Recommendation 1 included a proposal for the TPB to discuss with relevant stakeholders the current requirement in the TASA 2009 for a ‘sufficient number’ of individuals to be registered as tax agents before a company is eligible for registration.

In Recommendation 2 the majority recommended that from 1 July 2013 until 31 December 2013 unregistered financial services licensees and representatives be able to provide tax (financial) advice on certain conditions.

In a dissenting report the Coalition members stated that the legislative proposals should not be proceeded with at this point as more work needed to be done to get the changes right.

In addition, they recommended that the current transitional arrangements, deferring the application of the TASA regime to financial planners and advisors be extended for a further 12 months to 1 July 2014.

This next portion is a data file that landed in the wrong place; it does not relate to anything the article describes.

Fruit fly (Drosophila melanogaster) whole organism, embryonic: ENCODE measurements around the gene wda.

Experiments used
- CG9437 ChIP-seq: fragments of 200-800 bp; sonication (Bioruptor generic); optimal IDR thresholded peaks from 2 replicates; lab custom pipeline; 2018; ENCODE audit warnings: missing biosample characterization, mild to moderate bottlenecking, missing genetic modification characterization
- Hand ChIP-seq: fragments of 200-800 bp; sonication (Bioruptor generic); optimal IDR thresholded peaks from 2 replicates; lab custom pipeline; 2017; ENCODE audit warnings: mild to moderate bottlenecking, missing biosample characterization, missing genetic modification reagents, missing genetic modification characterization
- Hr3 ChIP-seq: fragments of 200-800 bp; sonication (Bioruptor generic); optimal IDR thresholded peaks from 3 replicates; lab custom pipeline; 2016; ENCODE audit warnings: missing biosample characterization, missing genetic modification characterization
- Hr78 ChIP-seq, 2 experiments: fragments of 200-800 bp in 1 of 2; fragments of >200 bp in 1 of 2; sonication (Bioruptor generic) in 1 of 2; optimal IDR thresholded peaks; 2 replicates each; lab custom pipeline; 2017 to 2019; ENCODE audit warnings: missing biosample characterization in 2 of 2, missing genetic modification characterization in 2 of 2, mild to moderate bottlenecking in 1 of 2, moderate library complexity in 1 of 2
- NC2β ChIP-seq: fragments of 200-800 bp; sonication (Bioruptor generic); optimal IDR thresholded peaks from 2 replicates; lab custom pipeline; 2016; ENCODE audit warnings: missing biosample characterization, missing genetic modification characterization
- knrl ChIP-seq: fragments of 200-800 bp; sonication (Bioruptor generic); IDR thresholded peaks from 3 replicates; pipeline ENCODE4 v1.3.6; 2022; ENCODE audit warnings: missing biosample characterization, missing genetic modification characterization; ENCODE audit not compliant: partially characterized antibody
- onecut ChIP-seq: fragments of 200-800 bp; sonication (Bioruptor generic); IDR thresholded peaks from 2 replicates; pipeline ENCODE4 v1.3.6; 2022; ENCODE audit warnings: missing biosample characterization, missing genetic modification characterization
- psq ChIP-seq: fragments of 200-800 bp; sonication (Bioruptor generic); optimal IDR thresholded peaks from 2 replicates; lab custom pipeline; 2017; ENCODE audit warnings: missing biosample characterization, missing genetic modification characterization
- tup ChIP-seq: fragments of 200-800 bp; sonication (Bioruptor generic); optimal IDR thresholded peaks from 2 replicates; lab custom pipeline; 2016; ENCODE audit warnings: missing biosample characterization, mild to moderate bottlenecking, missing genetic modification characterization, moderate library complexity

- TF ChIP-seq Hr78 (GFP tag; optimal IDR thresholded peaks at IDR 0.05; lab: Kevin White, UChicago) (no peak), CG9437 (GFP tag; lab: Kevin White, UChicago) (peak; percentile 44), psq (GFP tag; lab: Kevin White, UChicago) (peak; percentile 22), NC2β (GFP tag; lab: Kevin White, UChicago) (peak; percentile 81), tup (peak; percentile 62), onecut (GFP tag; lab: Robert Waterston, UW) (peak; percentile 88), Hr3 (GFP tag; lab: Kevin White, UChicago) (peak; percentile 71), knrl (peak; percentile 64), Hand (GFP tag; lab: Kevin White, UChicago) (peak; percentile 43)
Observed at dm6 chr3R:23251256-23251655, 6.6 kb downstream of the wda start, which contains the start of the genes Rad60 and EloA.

Financial implications

12. Ibid., paragraphs 2.49 and 2.50, p. 65. 13. Parliamentary Joint Committee on Corporations and Financial Services, Regulatory framework for tax (financial) advice services (previously Tax Laws Amendment (2013 Measures No. 2) Bill 2013, Schedules 3 and 4), June 2013, accessed 25 June 2013.

14. See the home page for the Tax Laws Amendment (2013 Measures No. 2) Bill 2013, accessed 26 June 2013.

Tax Laws Amendment (2013 Measures No. 3) Bill 2013 7

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The Explanatory Memorandum states that the financial impact of the amendments made by Schedule 1 and 2 is nil.

Statement of Compatibility with Human Rights